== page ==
She’s hardly consistently confessional: in person, she can be both sweetly guarded and disconcertingly aloof, which is frustrating, considering her music goes so deep. Maybe her glazed sincerity is a consequence of, as she describes in typical Banksian language, “feeling people really hard. I used to swallow people’s energies and then I learned, as I got older, that I’m too sensitive and I had to stop doing that. Now I don’t take as much in.” “It feels like I’ve captured every layer of who I am as a person and an artist and a woman and everything I’m doing my best… I’m being as honest as I can,” she says,

    http://www.theguardian.com/music/201...r-jimmy-kimmel

    BANKS has done the unthinkable. While the 21st century has taught us that it’s perfectly acceptable to broadcast your thoughts en masse and check in your every movement online, you should never, ever give out your digits on the web. So what was she thinking when she posted up her mobile number, writing, “If you ever want to talk...”? As soon as Clash arrives at the hotel room of the rising singer-songwriter and join her on the bed, we get it. Speaking to her is a very intimate experience, as though she’s about to spill all her secrets in one breath. She’s an authority on relationships, emotion, and the way we connect as people.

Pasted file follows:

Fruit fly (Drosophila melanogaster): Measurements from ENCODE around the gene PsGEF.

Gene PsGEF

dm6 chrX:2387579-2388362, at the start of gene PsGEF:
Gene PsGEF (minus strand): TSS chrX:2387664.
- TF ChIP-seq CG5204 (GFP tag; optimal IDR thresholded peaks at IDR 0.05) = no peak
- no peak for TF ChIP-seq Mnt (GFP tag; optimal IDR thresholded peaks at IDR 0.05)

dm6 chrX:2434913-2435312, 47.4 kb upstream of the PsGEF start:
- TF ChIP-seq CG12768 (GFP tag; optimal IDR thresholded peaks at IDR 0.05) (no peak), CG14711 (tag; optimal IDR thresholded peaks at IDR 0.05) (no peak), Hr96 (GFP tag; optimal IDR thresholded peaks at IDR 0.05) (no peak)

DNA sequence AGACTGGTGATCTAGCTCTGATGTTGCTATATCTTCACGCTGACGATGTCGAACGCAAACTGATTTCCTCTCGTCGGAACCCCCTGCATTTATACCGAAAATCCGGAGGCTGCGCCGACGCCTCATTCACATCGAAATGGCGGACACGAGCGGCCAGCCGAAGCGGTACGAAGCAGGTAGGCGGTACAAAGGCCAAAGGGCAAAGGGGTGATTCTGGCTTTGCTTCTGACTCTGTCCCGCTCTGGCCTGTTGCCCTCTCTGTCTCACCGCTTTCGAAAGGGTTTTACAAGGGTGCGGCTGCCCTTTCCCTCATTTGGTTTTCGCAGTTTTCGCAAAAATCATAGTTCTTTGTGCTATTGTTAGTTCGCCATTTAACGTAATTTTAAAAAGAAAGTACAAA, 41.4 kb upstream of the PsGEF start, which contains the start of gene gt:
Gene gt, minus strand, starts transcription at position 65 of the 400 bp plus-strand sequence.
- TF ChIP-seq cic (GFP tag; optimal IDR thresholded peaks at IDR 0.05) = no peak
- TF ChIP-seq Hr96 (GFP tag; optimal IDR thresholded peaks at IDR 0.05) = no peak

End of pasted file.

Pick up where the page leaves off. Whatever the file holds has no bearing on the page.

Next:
http://www.clashmusic.com/features/i...sh-meets-banks

  6. #6
    Queen of the Damned Aylen's Avatar
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    I agree with sx/sp. At least that is how the music sounds to me. She does have the facial expressions of other sx/sp I know.

    "When I ought to be thinking of heaven he will nail me to earth"